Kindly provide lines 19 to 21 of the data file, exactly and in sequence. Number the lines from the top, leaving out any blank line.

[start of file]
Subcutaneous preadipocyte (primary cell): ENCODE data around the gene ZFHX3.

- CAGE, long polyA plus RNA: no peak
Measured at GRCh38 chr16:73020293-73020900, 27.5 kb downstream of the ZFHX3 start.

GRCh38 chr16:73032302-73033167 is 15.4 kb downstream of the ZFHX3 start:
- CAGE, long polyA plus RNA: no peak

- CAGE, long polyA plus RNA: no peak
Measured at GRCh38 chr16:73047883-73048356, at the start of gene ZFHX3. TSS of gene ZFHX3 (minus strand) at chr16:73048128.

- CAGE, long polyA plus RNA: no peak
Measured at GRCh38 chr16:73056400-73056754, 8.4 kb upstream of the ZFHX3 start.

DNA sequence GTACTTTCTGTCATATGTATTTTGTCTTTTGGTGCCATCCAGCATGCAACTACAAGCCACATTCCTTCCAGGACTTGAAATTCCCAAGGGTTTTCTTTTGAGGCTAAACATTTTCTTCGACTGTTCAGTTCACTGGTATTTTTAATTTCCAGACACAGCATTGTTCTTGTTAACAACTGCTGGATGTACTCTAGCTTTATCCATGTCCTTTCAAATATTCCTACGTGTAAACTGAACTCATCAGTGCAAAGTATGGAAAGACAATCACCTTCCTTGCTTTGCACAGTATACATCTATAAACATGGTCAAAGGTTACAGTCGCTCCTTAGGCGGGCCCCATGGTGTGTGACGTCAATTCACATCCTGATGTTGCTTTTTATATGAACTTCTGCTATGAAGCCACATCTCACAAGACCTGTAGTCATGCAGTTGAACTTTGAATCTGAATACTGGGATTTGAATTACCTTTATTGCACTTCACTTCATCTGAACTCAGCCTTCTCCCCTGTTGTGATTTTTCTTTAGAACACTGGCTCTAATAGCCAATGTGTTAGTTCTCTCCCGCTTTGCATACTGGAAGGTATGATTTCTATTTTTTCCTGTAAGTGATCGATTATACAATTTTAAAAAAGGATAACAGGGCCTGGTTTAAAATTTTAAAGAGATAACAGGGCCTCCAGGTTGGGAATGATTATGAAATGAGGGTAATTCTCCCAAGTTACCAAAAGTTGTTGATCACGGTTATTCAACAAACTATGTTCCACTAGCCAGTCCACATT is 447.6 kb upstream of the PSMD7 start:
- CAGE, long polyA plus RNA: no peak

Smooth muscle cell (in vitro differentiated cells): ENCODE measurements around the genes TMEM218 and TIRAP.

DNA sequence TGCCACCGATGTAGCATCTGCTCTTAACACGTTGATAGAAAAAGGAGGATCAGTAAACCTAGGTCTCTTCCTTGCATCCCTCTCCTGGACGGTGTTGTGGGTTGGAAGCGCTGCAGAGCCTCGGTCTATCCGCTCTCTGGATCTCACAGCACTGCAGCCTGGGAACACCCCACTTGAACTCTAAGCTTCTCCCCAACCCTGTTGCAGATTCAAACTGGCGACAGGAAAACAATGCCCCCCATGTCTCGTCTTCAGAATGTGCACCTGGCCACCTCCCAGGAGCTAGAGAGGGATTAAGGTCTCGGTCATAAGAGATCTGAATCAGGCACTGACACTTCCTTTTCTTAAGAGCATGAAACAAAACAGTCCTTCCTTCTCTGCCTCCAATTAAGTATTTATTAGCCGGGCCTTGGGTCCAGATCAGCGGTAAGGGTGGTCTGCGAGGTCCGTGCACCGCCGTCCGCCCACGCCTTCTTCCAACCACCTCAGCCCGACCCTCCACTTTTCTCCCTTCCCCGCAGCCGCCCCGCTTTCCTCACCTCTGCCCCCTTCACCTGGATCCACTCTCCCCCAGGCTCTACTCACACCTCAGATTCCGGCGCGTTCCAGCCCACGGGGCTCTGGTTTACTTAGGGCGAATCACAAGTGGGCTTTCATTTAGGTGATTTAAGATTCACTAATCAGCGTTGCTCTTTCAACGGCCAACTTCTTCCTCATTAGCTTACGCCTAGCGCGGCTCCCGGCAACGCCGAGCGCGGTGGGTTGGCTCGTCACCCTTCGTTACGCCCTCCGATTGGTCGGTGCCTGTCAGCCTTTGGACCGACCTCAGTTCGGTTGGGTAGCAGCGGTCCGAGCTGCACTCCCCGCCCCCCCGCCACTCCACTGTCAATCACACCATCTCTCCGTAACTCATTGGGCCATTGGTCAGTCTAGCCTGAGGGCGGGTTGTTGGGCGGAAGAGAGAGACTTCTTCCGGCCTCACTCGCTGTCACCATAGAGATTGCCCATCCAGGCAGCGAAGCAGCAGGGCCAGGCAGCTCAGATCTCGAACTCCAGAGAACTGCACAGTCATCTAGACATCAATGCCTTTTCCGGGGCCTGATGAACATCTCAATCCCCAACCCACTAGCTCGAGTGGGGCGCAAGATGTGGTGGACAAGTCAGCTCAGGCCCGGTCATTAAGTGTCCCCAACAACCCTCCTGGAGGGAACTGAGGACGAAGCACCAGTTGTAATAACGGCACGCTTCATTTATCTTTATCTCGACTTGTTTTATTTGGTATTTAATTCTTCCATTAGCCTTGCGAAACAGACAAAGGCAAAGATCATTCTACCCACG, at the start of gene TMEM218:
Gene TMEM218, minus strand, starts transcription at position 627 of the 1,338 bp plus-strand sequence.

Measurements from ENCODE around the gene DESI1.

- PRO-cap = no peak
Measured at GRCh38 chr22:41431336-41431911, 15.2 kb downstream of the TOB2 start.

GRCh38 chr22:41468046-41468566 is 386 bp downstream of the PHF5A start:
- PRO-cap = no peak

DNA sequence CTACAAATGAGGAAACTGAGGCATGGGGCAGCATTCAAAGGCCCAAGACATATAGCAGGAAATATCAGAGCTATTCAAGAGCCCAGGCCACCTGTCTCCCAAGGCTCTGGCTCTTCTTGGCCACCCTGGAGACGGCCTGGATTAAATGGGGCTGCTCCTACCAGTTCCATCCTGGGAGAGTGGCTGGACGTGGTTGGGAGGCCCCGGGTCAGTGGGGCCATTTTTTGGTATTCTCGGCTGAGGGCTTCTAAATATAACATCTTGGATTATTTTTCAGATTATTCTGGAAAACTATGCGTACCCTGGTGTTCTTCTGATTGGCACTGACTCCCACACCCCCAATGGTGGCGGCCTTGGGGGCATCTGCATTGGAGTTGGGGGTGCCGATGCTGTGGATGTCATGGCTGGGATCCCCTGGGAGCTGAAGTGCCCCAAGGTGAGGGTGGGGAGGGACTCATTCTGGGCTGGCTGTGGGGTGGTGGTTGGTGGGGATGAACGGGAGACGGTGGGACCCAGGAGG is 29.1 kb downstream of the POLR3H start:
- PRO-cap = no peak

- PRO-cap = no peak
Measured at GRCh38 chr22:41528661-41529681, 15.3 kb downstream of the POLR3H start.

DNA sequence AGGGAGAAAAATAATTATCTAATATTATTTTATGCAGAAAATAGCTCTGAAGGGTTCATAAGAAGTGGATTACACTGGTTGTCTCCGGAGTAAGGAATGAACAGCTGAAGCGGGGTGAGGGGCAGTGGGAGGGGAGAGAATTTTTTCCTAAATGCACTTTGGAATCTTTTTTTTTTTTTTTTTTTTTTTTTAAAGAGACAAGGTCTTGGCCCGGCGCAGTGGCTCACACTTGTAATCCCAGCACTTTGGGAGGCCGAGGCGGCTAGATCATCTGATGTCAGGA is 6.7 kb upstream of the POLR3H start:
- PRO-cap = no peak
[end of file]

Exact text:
- PRO-cap = no peak

DNA sequence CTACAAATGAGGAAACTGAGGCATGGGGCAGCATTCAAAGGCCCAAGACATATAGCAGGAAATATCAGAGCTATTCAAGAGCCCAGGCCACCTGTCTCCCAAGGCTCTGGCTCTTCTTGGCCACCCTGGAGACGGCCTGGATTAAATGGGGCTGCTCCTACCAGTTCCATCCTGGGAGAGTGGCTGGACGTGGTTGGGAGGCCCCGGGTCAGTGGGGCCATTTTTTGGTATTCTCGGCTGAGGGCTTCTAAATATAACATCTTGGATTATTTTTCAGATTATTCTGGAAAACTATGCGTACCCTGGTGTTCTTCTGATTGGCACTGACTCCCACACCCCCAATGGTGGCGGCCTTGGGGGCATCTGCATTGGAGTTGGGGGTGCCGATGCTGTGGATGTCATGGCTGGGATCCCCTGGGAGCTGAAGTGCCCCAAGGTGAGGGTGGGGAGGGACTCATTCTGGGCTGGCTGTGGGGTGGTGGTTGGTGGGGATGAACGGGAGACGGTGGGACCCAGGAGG is 29.1 kb downstream of the POLR3H start:
- PRO-cap = no peak